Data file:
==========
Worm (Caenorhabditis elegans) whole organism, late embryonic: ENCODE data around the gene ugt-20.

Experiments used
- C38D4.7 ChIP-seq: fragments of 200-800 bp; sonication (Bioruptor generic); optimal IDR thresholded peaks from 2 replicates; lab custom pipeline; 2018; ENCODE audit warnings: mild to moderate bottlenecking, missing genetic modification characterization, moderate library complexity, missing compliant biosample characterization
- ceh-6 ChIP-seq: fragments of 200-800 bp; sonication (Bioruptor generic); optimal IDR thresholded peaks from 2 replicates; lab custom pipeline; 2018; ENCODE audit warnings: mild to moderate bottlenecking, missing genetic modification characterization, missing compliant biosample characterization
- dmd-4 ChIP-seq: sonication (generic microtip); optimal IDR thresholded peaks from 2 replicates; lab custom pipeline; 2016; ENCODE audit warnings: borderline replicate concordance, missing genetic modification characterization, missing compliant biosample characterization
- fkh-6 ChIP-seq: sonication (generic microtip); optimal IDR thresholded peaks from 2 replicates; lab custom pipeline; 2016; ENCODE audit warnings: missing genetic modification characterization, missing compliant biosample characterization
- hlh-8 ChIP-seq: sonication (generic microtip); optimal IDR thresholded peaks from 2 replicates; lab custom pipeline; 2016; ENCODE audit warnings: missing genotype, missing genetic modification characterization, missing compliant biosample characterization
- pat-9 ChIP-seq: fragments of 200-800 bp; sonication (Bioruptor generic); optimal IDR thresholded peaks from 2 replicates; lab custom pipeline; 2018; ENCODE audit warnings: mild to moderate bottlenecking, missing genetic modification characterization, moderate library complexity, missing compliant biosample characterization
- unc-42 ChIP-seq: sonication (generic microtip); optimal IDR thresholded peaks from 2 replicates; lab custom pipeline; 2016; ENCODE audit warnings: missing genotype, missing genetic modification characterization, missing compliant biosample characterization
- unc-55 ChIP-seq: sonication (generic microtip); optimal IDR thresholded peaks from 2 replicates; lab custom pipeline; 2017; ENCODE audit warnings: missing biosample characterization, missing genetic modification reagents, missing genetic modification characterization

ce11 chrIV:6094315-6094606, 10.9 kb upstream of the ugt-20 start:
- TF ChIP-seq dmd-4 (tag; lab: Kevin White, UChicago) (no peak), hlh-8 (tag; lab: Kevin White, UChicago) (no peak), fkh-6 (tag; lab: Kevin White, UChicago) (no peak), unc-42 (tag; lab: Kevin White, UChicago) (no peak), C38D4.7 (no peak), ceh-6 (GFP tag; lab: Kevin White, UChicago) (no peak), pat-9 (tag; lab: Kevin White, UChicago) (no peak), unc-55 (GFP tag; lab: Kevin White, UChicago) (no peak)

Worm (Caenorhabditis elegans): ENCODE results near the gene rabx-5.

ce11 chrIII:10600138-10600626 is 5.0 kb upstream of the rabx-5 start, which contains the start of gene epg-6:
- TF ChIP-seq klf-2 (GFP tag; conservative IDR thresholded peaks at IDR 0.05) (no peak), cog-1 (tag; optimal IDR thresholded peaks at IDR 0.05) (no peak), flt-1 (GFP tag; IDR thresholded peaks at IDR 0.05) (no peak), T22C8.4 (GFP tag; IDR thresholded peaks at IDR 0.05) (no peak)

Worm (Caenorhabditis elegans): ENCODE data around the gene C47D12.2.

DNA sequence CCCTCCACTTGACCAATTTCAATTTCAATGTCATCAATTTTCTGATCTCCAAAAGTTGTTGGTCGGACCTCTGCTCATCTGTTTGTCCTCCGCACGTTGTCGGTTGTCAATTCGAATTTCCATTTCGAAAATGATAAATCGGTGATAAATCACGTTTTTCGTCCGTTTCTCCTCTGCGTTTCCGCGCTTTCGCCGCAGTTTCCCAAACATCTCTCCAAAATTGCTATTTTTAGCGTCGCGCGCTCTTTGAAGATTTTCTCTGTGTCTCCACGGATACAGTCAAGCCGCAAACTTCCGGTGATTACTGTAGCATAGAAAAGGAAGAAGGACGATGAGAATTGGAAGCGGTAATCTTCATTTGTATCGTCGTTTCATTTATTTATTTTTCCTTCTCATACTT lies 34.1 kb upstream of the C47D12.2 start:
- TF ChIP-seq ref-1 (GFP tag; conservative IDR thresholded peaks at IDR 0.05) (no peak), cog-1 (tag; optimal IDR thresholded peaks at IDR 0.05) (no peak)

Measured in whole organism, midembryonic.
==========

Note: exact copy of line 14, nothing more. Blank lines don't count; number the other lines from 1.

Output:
ce11 chrIII:10600138-10600626 is 5.0 kb upstream of the rabx-5 start, which contains the start of gene epg-6: